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Osama (film)

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American theatrical release poster
Directed bySiddiq Barmak
Written bySiddiq Barmak
Produced byJulia Fraser
Julie Le Brocquy
StarringMarina Golbahari
Malik Akhlaqi
Arif Herati
Zubaida Sahar
Zabih ullah Frotan
CinematographyEbrahim Ghafori
Edited bySiddiq Barmak
Music byMohammad Reza Darvishi
Barmak Film
Swipe Films
Distributed byA-Film Distribution (Netherlands)
Uplink (Japan)
ICA Film Distribution (UK/Ireland)
Release dates
  • 20 May 2003 (2003-05-20) (Cannes)
  • 27 June 2003 (2003-06-27) (Afghanistan)
Running time
83 minutes[1]
Box office$3,888,902[2]

Osama (Dari: اُسامه, romanized: Osamah) is a 2003 drama film made in Afghanistan by Siddiq Barmak. The film follows a preteen girl living in Afghanistan under the Taliban regime who disguises herself as a boy, Osama, to support her family. It was the first film to be shot entirely in Afghanistan since 1996, when the Taliban regime banned the creation of all films.[3][4] As of 2018, the film was the highest-grossing Afghan film of all time.[5] The film is an international co-production between companies in Afghanistan, the Netherlands, Japan, Ireland, and Iran.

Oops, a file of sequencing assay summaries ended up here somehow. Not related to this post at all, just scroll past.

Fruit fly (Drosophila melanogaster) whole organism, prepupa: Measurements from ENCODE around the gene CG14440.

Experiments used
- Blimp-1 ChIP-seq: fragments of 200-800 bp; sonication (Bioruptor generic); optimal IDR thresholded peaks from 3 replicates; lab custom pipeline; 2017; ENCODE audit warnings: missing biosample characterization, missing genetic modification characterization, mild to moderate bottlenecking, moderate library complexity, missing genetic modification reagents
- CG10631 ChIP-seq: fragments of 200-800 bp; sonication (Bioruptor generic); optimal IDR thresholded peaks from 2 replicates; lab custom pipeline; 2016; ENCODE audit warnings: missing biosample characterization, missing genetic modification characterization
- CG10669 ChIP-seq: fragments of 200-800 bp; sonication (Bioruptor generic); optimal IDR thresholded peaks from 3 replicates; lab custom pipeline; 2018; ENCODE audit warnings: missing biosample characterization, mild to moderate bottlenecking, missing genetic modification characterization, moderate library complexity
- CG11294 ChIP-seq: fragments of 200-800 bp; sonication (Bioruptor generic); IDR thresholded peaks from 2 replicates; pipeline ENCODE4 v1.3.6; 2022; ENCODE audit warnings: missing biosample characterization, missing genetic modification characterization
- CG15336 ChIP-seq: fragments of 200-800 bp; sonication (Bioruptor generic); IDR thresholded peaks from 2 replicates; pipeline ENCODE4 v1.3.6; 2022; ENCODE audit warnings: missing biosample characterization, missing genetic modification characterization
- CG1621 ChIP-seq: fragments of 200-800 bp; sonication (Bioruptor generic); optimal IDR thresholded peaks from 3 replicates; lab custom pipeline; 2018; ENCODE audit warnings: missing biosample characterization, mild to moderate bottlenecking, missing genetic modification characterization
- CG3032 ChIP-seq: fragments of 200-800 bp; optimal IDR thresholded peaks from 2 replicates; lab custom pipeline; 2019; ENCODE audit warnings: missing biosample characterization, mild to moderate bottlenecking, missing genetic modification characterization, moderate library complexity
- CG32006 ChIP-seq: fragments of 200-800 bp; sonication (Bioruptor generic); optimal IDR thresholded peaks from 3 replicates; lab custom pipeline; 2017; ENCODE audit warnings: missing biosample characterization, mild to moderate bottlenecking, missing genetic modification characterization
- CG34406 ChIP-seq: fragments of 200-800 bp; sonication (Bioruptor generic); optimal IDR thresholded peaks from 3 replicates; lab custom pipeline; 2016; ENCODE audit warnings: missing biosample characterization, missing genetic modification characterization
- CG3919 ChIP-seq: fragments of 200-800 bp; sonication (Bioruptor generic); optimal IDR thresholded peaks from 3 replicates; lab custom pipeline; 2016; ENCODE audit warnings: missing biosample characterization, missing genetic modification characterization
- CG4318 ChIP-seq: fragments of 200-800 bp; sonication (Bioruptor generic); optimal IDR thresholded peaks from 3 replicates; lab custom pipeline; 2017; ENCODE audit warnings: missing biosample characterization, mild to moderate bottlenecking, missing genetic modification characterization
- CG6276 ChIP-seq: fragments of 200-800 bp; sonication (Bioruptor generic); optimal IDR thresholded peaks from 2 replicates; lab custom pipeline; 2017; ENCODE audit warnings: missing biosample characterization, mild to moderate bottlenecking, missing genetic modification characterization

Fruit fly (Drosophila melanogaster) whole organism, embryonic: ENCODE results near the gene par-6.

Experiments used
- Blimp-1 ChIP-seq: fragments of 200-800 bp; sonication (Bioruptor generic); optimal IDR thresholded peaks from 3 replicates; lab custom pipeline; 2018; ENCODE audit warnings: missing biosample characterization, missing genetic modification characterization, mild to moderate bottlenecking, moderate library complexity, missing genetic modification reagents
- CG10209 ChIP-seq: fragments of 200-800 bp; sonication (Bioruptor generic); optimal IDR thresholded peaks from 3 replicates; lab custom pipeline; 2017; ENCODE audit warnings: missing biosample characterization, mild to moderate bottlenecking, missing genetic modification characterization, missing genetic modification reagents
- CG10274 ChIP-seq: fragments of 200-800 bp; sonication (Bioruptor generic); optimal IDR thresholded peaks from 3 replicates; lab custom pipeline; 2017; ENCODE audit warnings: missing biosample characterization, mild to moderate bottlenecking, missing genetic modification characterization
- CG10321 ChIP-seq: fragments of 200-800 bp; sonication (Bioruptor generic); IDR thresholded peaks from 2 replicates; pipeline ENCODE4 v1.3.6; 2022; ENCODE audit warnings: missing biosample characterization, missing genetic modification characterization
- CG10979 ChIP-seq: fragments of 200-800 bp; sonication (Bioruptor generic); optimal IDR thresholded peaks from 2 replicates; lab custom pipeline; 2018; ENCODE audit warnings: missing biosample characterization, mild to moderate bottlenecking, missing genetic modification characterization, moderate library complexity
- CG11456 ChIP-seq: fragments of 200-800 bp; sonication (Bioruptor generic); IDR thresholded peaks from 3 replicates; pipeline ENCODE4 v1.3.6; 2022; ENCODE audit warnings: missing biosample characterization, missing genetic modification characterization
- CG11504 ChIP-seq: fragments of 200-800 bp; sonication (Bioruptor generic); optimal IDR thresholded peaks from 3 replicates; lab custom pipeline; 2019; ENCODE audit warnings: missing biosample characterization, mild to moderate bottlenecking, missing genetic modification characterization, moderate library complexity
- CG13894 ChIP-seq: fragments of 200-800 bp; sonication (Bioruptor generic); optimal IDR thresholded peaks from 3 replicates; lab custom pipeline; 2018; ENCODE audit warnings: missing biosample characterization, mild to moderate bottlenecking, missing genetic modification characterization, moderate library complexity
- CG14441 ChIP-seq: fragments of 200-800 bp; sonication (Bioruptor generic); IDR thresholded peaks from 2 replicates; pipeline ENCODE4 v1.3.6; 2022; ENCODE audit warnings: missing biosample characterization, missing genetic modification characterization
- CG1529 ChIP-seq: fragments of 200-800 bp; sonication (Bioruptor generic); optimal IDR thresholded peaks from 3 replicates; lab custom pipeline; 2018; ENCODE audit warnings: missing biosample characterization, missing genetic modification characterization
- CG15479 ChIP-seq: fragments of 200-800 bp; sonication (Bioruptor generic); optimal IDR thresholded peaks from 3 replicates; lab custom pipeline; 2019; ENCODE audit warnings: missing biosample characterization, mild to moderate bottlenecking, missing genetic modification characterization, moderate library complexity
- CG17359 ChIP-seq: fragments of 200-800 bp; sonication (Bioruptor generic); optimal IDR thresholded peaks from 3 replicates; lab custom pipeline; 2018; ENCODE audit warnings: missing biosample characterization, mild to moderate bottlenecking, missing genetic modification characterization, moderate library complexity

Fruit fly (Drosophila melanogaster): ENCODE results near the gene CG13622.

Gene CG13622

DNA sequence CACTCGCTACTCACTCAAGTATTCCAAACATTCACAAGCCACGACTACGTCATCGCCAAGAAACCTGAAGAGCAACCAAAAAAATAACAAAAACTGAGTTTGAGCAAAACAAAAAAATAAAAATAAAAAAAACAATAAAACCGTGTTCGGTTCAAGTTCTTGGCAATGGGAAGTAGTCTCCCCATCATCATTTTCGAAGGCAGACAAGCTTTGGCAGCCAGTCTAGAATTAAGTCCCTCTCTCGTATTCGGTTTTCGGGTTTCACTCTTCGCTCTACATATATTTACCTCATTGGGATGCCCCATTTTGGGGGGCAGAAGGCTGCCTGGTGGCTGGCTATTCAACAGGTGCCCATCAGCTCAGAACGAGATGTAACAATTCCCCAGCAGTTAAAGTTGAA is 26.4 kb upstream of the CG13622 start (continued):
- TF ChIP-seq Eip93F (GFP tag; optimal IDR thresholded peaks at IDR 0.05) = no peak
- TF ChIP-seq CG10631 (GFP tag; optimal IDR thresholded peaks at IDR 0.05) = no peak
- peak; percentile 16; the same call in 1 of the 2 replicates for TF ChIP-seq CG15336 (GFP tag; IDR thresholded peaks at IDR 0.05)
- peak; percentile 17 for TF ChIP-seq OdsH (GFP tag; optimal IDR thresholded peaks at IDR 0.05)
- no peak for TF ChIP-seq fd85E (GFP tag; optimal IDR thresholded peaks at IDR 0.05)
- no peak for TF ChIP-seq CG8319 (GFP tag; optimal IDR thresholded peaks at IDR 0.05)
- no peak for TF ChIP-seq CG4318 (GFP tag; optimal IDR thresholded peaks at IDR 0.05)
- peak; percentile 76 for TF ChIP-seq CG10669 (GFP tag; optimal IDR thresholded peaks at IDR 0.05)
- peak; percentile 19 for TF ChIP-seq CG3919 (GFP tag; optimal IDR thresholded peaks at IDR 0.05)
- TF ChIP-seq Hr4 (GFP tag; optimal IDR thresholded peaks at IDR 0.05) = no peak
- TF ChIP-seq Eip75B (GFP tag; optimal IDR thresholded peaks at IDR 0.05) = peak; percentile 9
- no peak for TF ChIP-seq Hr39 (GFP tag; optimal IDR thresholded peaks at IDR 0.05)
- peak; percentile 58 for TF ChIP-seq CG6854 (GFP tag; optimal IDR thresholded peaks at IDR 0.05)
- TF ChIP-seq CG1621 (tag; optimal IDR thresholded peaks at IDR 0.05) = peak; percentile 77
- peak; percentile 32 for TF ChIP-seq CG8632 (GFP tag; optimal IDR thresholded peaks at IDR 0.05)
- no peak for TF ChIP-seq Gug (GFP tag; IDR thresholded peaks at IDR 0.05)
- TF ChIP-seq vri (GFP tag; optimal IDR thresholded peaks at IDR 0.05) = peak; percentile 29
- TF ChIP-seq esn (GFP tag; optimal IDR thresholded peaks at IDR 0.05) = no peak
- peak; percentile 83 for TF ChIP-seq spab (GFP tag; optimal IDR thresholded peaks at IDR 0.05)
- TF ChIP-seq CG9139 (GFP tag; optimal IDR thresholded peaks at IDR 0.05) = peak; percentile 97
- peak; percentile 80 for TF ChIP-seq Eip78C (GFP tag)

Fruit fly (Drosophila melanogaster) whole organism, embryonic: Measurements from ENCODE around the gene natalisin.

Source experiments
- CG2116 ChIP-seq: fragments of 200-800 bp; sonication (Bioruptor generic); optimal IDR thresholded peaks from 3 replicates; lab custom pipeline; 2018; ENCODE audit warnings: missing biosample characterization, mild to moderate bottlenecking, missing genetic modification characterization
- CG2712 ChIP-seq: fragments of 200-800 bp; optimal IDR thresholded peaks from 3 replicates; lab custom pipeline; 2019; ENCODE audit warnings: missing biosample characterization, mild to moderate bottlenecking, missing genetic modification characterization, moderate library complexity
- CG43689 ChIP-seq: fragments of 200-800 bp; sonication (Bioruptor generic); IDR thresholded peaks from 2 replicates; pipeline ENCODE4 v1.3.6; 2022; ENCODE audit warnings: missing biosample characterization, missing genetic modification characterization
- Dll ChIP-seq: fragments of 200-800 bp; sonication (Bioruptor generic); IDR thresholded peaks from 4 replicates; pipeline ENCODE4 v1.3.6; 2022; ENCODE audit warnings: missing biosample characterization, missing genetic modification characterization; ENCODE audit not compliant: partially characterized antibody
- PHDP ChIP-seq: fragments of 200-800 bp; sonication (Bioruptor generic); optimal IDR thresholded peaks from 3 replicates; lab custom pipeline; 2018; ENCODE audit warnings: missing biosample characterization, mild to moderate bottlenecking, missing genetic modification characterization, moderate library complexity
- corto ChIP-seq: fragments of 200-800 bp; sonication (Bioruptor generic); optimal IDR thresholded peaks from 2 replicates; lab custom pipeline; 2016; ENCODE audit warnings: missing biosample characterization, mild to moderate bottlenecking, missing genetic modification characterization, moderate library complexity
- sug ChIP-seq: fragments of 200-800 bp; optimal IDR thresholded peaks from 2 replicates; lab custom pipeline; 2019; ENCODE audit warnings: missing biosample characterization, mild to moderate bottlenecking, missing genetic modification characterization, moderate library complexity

Although the title of the film highlights an allegorical relevance to Osama bin Laden, there is no further similarity. The film takes place during the Taliban regime in Afghanistan, which is especially repressive for women.


Actor Khwaja Nader in Kabul, Afghanistan, July 2006.

In Taliban-ruled Afghanistan, women must wear all-enveloping burqas to cover themselves and are banned from working outside the home. This causes difficulty for a family consisting of only an unnamed young girl, her mother, and her grandmother, whose male relatives have been killed in battle during the Soviet invasion and subsequent civil wars. The mother loses her hospital job when the Taliban cuts off funding, and cannot find other work.